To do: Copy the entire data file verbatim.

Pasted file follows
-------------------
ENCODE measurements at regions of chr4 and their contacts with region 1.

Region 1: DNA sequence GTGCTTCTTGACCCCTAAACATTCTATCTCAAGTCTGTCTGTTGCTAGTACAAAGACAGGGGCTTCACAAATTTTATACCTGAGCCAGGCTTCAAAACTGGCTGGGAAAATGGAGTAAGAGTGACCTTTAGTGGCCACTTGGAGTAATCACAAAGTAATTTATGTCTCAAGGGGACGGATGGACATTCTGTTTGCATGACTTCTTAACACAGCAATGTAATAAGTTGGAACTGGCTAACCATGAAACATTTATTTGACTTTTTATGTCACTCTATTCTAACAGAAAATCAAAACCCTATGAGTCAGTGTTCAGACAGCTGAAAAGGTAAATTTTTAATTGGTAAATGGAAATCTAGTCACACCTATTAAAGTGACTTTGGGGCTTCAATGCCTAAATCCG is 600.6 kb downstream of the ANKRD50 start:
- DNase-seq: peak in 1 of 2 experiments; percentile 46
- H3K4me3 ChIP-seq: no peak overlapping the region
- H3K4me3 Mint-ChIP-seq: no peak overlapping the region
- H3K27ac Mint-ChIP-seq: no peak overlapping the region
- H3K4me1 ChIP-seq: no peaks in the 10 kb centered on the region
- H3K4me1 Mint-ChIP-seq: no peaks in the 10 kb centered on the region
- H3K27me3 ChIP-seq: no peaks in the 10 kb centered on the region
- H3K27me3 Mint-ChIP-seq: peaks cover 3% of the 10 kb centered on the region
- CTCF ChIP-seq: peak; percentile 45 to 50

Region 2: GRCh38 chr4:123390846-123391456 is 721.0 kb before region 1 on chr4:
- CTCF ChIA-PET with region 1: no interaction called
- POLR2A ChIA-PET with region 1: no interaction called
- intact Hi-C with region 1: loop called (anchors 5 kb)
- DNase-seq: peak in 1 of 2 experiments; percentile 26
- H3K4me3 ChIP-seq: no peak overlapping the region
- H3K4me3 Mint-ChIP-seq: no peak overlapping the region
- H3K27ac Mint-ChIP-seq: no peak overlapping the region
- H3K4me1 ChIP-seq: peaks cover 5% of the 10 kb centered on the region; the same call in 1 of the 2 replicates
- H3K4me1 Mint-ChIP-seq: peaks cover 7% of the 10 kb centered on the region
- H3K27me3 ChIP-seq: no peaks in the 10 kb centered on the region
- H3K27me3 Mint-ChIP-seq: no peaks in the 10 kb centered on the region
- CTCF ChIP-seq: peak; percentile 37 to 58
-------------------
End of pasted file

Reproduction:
ENCODE measurements at regions of chr4 and their contacts with region 1.

Region 1: DNA sequence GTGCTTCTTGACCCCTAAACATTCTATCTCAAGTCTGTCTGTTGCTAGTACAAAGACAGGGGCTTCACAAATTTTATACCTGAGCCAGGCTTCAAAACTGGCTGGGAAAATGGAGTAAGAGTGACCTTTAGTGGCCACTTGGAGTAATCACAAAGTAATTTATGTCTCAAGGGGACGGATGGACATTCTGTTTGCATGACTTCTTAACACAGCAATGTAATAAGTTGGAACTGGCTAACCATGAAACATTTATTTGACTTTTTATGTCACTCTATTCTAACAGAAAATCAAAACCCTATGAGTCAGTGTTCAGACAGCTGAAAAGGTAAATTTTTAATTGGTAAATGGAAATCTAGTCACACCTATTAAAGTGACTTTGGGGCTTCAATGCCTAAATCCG is 600.6 kb downstream of the ANKRD50 start:
- DNase-seq: peak in 1 of 2 experiments; percentile 46
- H3K4me3 ChIP-seq: no peak overlapping the region
- H3K4me3 Mint-ChIP-seq: no peak overlapping the region
- H3K27ac Mint-ChIP-seq: no peak overlapping the region
- H3K4me1 ChIP-seq: no peaks in the 10 kb centered on the region
- H3K4me1 Mint-ChIP-seq: no peaks in the 10 kb centered on the region
- H3K27me3 ChIP-seq: no peaks in the 10 kb centered on the region
- H3K27me3 Mint-ChIP-seq: peaks cover 3% of the 10 kb centered on the region
- CTCF ChIP-seq: peak; percentile 45 to 50

Region 2: GRCh38 chr4:123390846-123391456 is 721.0 kb before region 1 on chr4:
- CTCF ChIA-PET with region 1: no interaction called
- POLR2A ChIA-PET with region 1: no interaction called
- intact Hi-C with region 1: loop called (anchors 5 kb)
- DNase-seq: peak in 1 of 2 experiments; percentile 26
- H3K4me3 ChIP-seq: no peak overlapping the region
- H3K4me3 Mint-ChIP-seq: no peak overlapping the region
- H3K27ac Mint-ChIP-seq: no peak overlapping the region
- H3K4me1 ChIP-seq: peaks cover 5% of the 10 kb centered on the region; the same call in 1 of the 2 replicates
- H3K4me1 Mint-ChIP-seq: peaks cover 7% of the 10 kb centered on the region
- H3K27me3 ChIP-seq: no peaks in the 10 kb centered on the region
- H3K27me3 Mint-ChIP-seq: no peaks in the 10 kb centered on the region
- CTCF ChIP-seq: peak; percentile 37 to 58